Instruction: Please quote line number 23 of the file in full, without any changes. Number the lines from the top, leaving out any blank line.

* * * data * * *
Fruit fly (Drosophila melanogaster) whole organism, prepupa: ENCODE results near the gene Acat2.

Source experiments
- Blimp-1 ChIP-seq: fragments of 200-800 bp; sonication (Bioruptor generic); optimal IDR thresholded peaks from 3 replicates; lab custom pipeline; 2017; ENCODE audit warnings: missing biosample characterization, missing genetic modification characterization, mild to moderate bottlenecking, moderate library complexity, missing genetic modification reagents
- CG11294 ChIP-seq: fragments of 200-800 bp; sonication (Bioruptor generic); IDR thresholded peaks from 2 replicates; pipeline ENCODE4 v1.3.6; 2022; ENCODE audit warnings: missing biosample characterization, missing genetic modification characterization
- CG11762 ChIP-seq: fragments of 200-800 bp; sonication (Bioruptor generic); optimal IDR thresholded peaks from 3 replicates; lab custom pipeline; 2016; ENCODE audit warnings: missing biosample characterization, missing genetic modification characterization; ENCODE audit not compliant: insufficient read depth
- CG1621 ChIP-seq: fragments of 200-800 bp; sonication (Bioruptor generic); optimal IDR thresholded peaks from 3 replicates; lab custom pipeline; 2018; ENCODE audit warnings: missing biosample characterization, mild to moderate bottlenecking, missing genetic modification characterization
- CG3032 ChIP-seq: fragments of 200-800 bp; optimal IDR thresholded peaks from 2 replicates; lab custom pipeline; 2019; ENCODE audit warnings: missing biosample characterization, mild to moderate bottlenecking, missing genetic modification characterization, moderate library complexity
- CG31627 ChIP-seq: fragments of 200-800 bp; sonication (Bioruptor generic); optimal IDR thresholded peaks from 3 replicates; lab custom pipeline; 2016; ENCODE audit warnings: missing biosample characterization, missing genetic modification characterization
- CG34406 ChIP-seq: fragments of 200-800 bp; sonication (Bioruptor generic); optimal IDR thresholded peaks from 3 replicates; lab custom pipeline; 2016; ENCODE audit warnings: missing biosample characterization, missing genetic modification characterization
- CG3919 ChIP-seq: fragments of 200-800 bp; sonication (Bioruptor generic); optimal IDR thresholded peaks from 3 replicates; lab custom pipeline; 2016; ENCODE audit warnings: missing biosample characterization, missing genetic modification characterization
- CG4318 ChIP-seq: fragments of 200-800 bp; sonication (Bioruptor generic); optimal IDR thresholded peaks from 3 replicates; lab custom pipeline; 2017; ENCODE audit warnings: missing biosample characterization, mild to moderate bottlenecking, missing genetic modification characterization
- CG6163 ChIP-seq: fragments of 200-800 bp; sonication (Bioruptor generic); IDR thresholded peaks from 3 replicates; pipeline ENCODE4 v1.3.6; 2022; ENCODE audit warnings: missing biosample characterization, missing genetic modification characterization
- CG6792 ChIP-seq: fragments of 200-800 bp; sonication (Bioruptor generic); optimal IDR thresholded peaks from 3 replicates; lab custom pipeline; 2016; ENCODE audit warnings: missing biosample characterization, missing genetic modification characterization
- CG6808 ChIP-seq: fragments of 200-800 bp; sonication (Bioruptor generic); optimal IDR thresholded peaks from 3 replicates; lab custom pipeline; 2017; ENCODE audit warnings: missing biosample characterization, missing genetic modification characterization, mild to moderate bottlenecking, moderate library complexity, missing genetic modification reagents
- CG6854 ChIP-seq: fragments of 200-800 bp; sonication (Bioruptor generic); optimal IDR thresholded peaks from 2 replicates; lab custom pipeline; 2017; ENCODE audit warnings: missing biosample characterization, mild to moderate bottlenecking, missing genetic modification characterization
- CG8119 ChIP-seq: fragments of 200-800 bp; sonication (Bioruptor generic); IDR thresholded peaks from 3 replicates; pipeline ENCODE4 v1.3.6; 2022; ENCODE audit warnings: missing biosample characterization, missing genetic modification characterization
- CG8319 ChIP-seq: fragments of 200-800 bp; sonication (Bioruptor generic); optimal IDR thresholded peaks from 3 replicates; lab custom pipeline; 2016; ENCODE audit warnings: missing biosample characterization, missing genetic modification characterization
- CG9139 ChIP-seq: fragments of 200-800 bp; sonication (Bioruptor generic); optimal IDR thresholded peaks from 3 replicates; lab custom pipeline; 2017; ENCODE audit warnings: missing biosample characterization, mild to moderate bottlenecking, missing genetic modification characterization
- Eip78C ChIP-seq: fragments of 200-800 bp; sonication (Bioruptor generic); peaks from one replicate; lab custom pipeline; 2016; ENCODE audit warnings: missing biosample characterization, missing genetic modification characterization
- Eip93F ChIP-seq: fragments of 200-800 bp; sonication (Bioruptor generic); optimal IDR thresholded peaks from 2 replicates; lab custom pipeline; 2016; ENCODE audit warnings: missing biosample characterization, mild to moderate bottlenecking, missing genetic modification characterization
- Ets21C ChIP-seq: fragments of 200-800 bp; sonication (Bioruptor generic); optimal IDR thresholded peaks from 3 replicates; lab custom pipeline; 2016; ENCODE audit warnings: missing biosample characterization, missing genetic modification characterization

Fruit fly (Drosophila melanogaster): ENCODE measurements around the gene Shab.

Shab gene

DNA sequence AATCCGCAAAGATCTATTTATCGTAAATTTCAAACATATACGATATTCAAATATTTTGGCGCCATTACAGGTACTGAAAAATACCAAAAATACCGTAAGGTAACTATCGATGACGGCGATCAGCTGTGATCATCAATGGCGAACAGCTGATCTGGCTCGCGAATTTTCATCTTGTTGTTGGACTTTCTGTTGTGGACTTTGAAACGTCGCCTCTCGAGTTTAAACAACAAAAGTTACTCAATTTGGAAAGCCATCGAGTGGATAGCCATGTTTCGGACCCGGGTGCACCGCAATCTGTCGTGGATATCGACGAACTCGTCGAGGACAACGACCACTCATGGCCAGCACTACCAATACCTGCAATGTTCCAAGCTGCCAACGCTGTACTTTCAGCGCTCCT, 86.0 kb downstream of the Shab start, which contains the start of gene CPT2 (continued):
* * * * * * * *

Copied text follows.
Shab gene